Posts Tagged 'loggerhead sea turtle'



Update on the loggerhead in rehab

The loggerhead sea turtle that was admitted at the end of August is doing very well in rehab. She is eating about 2 pounds of food per day; her diet consists of shrimp, squid (calamari!), capelin, and two blue crabs. She’s keeping the staff and volunteers on their toes with how strong she’s getting!

MARP staff has also introduced enrichment into her daily routine. Staff monitors her closely to make sure she cannot destroy or ingest the enrichment items. So far heavy-duty dog toys are doing the trick, since she can’t get her sharp beak on these toys to shred them.

Enrichment

We’ll continue to update you on her progress throughout her stay here at the National Aquarium!

A salute to Jimmy & Teddy

This Presidents’ Day, join us in celebrating our two heads of state that are now residing in the Gray’s Reef exhibit at our Washington, DC, venue. Two adorable baby loggerhead sea turtles, named Jimmy and Teddy, came to their new temporary home in the nation’s capital from the North Carolina Aquarium, which is leading an effort to help rebuild sea turtle populations.

Jimmy and Teddy

The two turtles are named after presidents Jimmy Carter and Teddy Roosevelt. Roosevelt was well known for his conservation role while president; he greatly expanded the National Parks System. The National Aquarium’s freshwater gallery represents many of our National Parks today. Similarly, President Jimmy Carter designated Gray’s Reef, in the southeastern United States, as a National Marine Sanctuary. A Gray’s Reef exhibit is also represented at the Aquarium, and is the current home for the loggerheads.

Sea turtles have a challenging life. Weighing just 20 grams at birth, they face many natural predators both on the sandy beaches where they are hatched and in the oceans where they will dwell when they get older. Loggerheads were once actively hunted for their eggs and meat, and still are in some places of the world. Because of their low survival rate, they have been classified as a threatened species under the Endangered Species Act.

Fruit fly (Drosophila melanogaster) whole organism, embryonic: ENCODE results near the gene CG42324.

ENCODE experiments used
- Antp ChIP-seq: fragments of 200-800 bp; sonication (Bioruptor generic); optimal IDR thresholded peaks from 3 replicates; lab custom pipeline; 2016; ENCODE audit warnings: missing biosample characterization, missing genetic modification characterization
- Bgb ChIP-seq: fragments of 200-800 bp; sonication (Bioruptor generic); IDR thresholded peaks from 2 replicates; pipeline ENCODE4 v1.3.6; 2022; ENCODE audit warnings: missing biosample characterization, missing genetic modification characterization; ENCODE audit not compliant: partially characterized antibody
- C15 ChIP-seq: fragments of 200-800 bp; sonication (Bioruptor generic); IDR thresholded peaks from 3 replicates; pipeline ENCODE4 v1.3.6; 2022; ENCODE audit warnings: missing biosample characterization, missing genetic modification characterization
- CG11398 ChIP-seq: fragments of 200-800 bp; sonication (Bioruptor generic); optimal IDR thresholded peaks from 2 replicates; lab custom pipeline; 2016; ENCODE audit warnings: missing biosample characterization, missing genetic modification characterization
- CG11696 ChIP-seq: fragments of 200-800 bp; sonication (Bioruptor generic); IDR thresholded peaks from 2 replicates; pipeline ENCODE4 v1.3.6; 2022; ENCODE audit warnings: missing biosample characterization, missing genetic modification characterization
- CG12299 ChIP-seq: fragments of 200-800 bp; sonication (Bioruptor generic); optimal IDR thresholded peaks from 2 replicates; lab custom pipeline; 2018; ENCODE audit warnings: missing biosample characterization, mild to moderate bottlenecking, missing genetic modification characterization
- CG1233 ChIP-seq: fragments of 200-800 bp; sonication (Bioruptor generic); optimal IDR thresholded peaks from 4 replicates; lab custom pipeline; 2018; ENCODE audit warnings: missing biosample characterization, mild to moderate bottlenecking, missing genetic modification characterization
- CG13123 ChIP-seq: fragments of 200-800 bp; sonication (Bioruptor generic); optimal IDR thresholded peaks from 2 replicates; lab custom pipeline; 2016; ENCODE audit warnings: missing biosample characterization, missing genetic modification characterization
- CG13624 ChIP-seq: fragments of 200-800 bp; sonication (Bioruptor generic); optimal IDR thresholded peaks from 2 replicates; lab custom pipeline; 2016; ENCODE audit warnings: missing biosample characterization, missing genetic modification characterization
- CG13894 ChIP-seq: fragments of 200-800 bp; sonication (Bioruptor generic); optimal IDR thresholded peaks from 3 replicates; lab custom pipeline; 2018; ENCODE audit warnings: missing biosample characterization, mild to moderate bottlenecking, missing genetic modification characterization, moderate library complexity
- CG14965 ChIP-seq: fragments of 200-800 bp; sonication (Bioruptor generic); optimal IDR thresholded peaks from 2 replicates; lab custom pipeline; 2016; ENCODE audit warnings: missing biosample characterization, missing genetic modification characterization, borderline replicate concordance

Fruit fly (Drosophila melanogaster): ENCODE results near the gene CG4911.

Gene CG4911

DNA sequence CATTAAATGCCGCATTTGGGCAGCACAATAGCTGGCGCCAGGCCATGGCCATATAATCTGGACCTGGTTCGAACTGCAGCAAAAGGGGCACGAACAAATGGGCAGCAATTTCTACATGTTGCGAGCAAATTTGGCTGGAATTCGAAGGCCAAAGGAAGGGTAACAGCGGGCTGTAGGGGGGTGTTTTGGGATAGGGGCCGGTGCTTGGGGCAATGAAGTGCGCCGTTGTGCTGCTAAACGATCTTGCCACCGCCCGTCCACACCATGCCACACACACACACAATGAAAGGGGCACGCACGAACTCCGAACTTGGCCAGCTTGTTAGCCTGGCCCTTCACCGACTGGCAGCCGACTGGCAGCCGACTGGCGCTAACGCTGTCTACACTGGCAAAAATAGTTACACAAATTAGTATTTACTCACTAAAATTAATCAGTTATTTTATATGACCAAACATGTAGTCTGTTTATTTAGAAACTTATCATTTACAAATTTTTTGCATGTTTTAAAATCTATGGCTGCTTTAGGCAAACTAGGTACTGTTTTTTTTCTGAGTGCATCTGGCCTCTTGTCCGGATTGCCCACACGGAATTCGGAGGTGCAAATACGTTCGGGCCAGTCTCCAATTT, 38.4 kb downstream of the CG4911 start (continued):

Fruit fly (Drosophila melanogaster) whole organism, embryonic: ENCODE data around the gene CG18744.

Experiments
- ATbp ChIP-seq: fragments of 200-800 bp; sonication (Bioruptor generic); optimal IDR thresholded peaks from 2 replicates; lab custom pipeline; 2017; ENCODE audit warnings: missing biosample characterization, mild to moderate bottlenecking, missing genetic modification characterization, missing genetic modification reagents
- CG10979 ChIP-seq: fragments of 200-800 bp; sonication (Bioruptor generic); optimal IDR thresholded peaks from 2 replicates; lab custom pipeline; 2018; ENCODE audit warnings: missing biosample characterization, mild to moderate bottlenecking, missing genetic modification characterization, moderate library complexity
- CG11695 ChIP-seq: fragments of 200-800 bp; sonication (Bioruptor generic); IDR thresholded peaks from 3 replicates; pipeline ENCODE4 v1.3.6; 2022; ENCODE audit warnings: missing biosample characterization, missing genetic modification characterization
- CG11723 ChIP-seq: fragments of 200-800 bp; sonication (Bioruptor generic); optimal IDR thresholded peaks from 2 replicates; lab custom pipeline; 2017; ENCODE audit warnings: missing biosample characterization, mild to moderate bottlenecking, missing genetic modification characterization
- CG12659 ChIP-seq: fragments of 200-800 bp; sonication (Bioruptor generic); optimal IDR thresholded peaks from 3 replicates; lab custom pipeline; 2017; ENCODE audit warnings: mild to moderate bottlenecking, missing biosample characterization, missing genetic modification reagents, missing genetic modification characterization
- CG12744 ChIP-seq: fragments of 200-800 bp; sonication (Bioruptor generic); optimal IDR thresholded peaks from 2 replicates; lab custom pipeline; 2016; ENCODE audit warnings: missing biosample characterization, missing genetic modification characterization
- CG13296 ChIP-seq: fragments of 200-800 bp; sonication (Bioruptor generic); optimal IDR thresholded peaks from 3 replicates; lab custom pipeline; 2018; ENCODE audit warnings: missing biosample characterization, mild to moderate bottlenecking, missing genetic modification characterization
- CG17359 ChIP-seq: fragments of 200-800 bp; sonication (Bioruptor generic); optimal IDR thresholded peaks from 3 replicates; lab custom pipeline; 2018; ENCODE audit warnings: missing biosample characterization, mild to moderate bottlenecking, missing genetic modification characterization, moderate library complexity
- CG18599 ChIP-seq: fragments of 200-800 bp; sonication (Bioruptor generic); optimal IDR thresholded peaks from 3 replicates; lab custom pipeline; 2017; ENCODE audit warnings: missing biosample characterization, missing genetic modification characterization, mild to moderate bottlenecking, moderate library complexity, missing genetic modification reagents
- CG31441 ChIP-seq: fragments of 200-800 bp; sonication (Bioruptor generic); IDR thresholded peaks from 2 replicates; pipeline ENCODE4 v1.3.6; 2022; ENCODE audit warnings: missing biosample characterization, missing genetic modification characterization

In order to help save these magnificent animals from extinction, we participate in the North Carolina Aquarium’s program that gives baby sea turtles a better chance at survival. Through this program, sea turtle hatchlings spend time in aquariums where they can safely grow. Once they are given a clean bill of health and an extra boost of nutrition, they are released back to the ocean.

The turtles were hatched on September 1 in North Carolina, and were brought to the Aquarium in mid-November. They have already tripled their weight since they arrived! The turtles now weigh more than 350 grams each. It is estimated that they will weigh around 1,500 grams (a little over 3 pounds) by fall when they will be returned to North Carolina for release into the ocean. Eventually, these turtles could weigh up to 200 pounds!

Under the Aquarium’s care, the turtles are measured monthly and will undergo exams with X-rays and blood work at 6 months old and 1 year old. The staff is also monitoring their calcium levels to ensure healthy shell growth. They are pole fed by the staff, who have noticed that the turtles love to steal food from the fish. They are very quick and love diving to the bottom to pick up leftovers that the fish don’t eat.

Next time you are visiting Washington, DC, stop in to see our adorable heads of state, and salute two presidents who contributed so much to the conservation of some of the most precious habitats our great country has to offer!

Loggerhead turtle released, and headed south

Every Sea Turtle Counts. After a year-long rehabilitation, the National Aquarium’s Marine Animal Rescue Program (MARP) has returned a now-healthy loggerhead sea turtle to its ocean habitat!  Over 500 people gathered on the beach at Assateague State Park for the release and watched in anticipation as the turtle swam through the waves, and returned to sea! Here is the video: